Window Lights are wonderful way to greet visitors to your house at Christmas, and here Andy Taylor reviews Konstsmide's contemporary and traditional range of Candlesticks, Welcome Lights and Silhouettes.
The focal point of most families' celebrations, covered in lights and decorations, a real Christmas Tree needs to be kept healthy and look its best throughout all the celebrations.
Follow a few simple rules and it's easy to maintain the fresh look and natural scent of a tree, and avoid the downside of hoovering up dozens of fallen needles.
Rule One is to buy a fresh Christmas Tree. Most trees are cut down well before they reach the retailer so buy early – you are probably in a better position to look after one tree than a retailer who has hundreds.
Test the needles, if they are already falling off, walk away. Feel how heavy the tree is, if it feels too light this is a sign of dehydration.
Unless you like clearing up needles, don't buy trees have brittle stems that snap when bent or and that are dropping lots needles when you brush your hand across the branches.
Whether the tree still has roots or not shouldn't matter in the relatively short time it is in your house. 'Potted Christmas Trees' or container grown trees with roots can be cared for in the same way as indoor plants.
Once home, cut an inch off the bottom of unrooted trees. This will aid the tree's intake of water.
The tree then needs to be positioned in water, like you it won't survive Christmas without lots of refreshment, perhaps three pints a day. It's best to buy a purpose built stand, that has a reservoir of water, rather than messing about with buckets and bricks.
If you aren't ready to bring it into the house, leave the tree outside in a cool dark place. If it has netting, keep it on until your are ready to start decorating, it makes positioning much easier.
Locate the tree away from any sources of heat i.e. central heating radiators. Christmas trees like cool conditions, conservatories and unheated porches are great places to put them.
Remember to regularly refresh the water. Imagine it as a very large cut flower, the most important rule is not to let it dry out even once. Check daily whether there is enough water and replenish regularly.
Re-cycle. Many if not most local council offer this service. You can also use fresh needles in pot pourri and even tea. Keen gardeners will use them to introduce acid into alkaline soils.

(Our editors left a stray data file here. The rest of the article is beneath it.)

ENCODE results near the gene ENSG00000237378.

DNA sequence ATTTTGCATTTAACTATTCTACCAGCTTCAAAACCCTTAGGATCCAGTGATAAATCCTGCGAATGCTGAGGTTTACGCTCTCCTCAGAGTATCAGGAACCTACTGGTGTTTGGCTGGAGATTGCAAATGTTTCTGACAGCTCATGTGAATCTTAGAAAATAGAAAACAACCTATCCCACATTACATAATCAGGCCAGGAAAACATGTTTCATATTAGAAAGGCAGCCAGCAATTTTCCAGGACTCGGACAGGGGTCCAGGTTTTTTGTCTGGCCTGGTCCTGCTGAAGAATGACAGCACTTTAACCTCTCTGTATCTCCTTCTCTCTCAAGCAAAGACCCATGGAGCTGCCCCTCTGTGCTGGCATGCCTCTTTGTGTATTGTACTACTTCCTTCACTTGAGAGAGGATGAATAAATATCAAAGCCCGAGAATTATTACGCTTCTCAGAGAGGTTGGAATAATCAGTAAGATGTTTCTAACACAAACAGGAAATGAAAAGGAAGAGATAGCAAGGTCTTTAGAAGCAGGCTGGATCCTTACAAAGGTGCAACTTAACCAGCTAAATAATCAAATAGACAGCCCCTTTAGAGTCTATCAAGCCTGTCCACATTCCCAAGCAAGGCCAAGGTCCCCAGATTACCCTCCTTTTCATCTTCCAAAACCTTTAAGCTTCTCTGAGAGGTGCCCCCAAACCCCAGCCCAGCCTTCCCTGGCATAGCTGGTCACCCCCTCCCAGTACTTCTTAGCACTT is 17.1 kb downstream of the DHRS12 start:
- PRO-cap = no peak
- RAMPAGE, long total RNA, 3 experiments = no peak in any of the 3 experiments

Trees that have been properly grown in containers (not potted trees) can be planted in the garden for next year if you have moisture retentive acid soil.
So there you have it, a few do's and don'ts so that the all important tree remains in tip top condition for you to enjoy over Christmas and then will provide a useful resource after the festive fun finishes.
Nathan James Dodd
Here in Birmingham, the weather has been as changeable as ever, very warm just before Easter followed by a cold spell only last week. During May the threat of further frost will largely pass and, with spring well under way, Robert Hall is in no doubt that this is going to be a busy month in the garden.
The weather forecast is for a sizzling summer and David Coton is already looking forward to preparing delicious barbecued food for his family and friends. Barbecues have become incredibly popular over recent years and here is David's guide on what to look out for when choosing one of these summer essentials.
Sheds of any kind are ubiquitous in the British garden and, due to their popularity, there are plenty to choose from. David Coton explores the basic considerations that need to be taken into account before purchasing one.
Robert Hall, senior partner at GardenSite.co.uk has been elected to sit on the Garden Industry Manufacturers Association (GIMA) Judging Panel for 2017. The news was announced on 31st March 2017 on the GIMA website.